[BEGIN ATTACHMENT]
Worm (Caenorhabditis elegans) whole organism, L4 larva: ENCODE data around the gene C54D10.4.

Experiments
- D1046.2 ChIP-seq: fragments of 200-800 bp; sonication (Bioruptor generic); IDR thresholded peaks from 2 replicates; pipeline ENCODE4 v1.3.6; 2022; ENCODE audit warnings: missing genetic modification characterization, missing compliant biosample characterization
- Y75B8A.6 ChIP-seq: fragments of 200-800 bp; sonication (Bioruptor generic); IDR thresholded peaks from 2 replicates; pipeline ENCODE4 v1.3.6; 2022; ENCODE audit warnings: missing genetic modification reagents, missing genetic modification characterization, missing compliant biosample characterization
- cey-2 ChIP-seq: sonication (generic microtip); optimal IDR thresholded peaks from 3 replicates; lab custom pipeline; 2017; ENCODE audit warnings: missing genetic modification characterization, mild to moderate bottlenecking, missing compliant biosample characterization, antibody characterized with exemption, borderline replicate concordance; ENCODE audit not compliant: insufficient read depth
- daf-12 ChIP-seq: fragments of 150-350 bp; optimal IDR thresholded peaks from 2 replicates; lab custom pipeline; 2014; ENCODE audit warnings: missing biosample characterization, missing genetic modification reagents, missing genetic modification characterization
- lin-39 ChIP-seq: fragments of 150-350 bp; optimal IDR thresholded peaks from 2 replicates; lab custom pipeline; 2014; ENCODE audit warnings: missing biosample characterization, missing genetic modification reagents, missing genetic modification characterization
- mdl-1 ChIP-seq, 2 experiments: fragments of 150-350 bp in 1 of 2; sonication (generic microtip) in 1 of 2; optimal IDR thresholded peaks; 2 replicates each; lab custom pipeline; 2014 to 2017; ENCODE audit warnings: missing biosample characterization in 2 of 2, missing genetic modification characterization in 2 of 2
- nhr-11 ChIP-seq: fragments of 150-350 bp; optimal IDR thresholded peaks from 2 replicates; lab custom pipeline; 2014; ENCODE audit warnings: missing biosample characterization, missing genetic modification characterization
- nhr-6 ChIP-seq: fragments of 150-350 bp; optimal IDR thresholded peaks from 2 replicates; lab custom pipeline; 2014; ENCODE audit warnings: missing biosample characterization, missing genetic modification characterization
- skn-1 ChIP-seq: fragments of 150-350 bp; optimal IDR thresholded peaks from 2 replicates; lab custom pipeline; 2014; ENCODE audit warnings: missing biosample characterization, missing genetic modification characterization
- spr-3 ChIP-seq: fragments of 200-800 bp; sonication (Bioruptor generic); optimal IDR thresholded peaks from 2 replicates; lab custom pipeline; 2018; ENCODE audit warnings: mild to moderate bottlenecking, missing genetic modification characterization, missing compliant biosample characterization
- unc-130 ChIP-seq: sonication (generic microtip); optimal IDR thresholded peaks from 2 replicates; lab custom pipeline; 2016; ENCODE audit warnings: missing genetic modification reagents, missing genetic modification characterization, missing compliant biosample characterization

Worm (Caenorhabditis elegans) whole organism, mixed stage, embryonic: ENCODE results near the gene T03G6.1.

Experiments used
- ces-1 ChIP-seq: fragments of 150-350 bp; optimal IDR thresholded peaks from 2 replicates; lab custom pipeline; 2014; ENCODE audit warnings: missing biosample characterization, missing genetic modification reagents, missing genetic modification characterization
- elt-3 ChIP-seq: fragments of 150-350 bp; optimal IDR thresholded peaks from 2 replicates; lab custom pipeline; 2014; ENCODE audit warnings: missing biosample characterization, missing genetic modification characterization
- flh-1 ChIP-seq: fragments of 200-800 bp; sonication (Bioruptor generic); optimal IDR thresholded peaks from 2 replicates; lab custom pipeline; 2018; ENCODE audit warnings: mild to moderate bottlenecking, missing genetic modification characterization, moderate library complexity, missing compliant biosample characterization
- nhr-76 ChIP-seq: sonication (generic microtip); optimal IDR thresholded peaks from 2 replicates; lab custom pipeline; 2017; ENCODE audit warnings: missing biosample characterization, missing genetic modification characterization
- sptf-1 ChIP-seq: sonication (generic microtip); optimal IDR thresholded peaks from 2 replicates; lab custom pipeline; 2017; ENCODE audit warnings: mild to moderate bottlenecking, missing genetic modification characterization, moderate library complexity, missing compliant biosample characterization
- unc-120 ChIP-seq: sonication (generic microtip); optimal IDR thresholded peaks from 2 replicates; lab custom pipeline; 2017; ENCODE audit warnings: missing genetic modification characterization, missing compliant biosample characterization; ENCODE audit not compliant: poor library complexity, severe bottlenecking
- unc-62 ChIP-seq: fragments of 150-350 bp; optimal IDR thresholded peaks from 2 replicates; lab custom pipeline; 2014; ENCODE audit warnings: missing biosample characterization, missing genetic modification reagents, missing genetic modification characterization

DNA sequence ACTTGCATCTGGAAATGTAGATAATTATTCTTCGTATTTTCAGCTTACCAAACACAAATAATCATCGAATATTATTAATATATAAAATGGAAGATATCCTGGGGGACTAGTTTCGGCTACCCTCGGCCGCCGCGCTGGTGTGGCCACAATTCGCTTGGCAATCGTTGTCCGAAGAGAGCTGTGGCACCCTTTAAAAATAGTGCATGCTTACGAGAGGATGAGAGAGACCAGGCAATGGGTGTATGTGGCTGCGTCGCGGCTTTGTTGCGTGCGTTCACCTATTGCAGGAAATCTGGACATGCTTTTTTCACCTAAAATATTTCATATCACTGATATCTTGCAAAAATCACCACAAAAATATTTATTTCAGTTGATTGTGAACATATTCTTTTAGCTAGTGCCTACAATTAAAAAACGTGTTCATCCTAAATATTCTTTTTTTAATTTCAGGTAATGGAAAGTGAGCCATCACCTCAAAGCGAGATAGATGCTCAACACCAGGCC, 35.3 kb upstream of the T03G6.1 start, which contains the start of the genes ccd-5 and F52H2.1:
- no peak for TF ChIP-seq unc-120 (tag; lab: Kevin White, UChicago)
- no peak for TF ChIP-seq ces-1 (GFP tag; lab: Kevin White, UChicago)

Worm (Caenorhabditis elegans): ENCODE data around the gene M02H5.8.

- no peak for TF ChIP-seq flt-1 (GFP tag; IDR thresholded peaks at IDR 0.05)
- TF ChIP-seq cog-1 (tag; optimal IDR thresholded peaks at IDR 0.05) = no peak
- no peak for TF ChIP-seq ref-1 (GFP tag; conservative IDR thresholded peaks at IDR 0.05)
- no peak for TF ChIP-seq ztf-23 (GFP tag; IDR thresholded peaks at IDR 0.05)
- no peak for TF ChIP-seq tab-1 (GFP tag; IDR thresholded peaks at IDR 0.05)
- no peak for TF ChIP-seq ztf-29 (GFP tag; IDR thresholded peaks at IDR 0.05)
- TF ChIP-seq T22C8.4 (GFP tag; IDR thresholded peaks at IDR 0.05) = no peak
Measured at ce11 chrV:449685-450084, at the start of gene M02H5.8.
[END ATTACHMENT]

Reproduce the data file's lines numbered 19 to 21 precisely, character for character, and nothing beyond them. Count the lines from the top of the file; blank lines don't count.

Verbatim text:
- nhr-76 ChIP-seq: sonication (generic microtip); optimal IDR thresholded peaks from 2 replicates; lab custom pipeline; 2017; ENCODE audit warnings: missing biosample characterization, missing genetic modification characterization
- sptf-1 ChIP-seq: sonication (generic microtip); optimal IDR thresholded peaks from 2 replicates; lab custom pipeline; 2017; ENCODE audit warnings: mild to moderate bottlenecking, missing genetic modification characterization, moderate library complexity, missing compliant biosample characterization
- unc-120 ChIP-seq: sonication (generic microtip); optimal IDR thresholded peaks from 2 replicates; lab custom pipeline; 2017; ENCODE audit warnings: missing genetic modification characterization, missing compliant biosample characterization; ENCODE audit not compliant: poor library complexity, severe bottlenecking